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Dublin: 5 °C Friday 21 February, 2020

'Hoolahan is a key factor in all of this and it's a statement by the manager when he doesn't play'

The RTÉ Panel were unimpressed by the Norwich star’s absence from proceedings this evening.

Wes Hoolahan was an unused sub for Ireland against Georgia today.
Wes Hoolahan was an unused sub for Ireland against Georgia today.
Image: James Crombie/INPHO

RTÉ’S PANEL WERE highly critical of Ireland’s performance against Georgia and lamented the absence of Wes Hoolahan after a disappointing 1-1 draw in Tbilisi this evening.

Liam Brady pointed to a previous match in the qualifying campaign against Austria in Vienna when Hoolahan was instrumental in a 1-0 win as evidence that the Norwich star warranted a place in the team.

“You’ve got to give players a chance to express themselves and I think they’re stifled and confused,” the ex-Arsenal midfielder said. “It’s just hopeful football, whereas when Hoolahan’s on the pitch, it’s not hopeful football, it’s constructive football.

“The fact that the manager didn’t play him or bring him on — that’s confusing the Irish public. It confuses us here. He’s the most constructive player we’ve got. He adds guile to the team. You can give him the ball. He can receive it in tight spaces. A lot of our players can’t do that, so why’s he not involved? That says it all.

Martin might turn around and say ‘I’ve got 13 points on the board — we’re second.’ But we could be an awful lot better. I think we’ve had opportunities to grab this group by the scruff of the neck had we been more adventurous in the way we play the game.

“We didn’t beat Wales at home. We got away with it with Walters against Austria. They were two games at home. We got away with it against Georgia at home.

Hoolahan is a key factor in all of this and it’s a statement by the manager when he doesn’t play Wes that we’re just going to play basic route-one football.

Eamon Dunphy, a long-term admirer of Hoolahan, agreed with his fellow panellist.

“He doesn’t fix the whole thing, but it makes a statement and it fixes a big part of the whole thing,” the 72-year-old pundit said. “When Ireland have the ball, he always wants it, so he’s showing for it all the time.

The next pass is always to a green shirt and he’s got the confidence to want the ball in any area of the field.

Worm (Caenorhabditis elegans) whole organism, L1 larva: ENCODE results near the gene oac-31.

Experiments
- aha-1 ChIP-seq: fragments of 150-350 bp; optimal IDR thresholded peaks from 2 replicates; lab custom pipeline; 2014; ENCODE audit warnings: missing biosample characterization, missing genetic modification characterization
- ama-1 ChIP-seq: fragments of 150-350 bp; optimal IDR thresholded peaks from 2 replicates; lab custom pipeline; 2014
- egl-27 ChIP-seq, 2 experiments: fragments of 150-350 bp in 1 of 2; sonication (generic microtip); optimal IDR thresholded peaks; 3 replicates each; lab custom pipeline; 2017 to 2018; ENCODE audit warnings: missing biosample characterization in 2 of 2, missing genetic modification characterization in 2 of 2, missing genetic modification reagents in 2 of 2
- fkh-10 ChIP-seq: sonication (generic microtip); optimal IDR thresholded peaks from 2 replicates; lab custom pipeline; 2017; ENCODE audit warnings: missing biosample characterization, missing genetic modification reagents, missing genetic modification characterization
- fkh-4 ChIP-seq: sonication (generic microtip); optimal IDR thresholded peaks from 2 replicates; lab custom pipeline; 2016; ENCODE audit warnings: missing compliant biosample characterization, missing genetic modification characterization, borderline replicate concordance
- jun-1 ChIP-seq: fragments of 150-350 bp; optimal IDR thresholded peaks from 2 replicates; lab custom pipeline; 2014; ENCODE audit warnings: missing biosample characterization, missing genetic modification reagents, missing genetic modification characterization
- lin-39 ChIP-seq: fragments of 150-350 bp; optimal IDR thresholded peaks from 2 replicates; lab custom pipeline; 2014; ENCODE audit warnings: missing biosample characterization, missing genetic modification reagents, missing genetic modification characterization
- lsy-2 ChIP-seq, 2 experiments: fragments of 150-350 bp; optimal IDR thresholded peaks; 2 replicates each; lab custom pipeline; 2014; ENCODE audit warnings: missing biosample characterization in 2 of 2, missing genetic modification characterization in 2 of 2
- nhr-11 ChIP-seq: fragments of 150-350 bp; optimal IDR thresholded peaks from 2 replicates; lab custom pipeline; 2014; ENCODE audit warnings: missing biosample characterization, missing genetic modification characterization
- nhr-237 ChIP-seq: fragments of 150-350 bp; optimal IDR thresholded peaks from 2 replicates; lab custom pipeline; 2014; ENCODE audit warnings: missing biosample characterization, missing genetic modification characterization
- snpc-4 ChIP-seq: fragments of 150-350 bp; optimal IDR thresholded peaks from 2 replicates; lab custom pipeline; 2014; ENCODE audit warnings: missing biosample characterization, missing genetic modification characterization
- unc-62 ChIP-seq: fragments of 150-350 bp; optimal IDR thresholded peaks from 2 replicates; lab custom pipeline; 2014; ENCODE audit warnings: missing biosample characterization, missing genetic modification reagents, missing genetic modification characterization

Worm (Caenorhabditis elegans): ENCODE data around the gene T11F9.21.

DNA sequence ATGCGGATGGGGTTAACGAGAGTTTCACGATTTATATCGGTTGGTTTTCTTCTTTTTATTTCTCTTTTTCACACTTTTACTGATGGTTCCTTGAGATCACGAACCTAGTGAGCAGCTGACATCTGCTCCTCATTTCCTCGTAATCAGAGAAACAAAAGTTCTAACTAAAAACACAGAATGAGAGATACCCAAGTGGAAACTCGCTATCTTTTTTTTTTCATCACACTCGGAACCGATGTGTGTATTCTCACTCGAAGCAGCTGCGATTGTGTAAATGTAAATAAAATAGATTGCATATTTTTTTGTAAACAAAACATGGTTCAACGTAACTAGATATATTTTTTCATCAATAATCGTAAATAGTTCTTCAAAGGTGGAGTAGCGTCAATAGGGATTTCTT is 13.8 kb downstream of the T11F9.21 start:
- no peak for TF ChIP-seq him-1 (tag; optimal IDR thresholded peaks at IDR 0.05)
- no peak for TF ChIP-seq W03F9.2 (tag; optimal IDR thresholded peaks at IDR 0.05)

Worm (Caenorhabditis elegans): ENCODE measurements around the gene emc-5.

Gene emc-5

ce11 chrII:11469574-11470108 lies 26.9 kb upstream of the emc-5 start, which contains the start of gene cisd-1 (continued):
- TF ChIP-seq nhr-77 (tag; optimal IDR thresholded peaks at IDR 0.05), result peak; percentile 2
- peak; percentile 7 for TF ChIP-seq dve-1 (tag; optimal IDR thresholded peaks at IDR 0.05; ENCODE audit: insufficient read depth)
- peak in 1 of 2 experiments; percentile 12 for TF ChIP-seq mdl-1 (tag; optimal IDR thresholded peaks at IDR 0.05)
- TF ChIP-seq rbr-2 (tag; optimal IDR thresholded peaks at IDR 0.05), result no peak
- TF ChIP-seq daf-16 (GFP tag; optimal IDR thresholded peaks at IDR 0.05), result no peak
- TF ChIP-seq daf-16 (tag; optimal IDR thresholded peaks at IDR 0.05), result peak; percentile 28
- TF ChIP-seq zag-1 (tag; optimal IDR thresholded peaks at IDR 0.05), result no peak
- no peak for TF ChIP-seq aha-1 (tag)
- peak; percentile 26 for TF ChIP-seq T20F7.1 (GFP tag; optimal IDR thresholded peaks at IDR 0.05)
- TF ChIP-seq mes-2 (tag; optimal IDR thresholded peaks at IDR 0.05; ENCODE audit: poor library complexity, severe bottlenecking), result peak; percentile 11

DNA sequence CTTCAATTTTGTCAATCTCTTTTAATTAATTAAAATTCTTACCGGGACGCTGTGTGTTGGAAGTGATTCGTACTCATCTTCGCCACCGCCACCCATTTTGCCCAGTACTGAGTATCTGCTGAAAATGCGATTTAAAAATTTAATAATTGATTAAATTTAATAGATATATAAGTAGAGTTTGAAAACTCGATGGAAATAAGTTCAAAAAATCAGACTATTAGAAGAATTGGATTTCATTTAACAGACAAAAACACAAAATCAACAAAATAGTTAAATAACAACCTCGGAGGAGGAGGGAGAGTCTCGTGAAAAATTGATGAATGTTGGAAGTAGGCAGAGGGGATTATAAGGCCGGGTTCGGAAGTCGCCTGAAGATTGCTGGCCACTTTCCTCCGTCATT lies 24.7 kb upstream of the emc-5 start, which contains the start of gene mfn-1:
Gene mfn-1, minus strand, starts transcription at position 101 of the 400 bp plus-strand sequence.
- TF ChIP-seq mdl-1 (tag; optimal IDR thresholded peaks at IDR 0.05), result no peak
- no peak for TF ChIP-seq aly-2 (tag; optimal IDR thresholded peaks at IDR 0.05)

“If you put Harry Arter back where Whelan is, bring Wes in, then you have Hendrick (to come in). But if you go on the way he’s going on, ignoring an outstanding player who makes the team tick, lots of things develop.

It’s not the answer to everything. There are other influences — things you could talk about all night. For example, when we got the goal, we stayed in our own half, and invited the opposition on to us for 40 minutes. If you invite them onto you and never put any pressure on when you or they have the ball, then you’re liable to develop a problem and that happened.

“But you do send a signal when you leave an oustanding player like (Hoolahan) off the team. It’s a kind of insult really.”

Former Liverpool midfielder Didi Hamann agreed that Hoolahan’s absence was conspicuous.

The team is different when Hoolahan plays,” he said. “Not only does he always show for the ball, he creates attention for the opposition and spaces for other players.

“It’s not just one option, all of a sudden you’ve got two or three options. I think we all agree the flow of the game is different when he’s on the pitch.

Having said that, he’s 35, he won’t be around forever.

“But most of Ireland’s team are Premier League players. Surely when he doesn’t play or McGeady doesn’t play, surely someone has to take the responsibility and say: ‘Come on, give me the ball.’”

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Paul Fennessy

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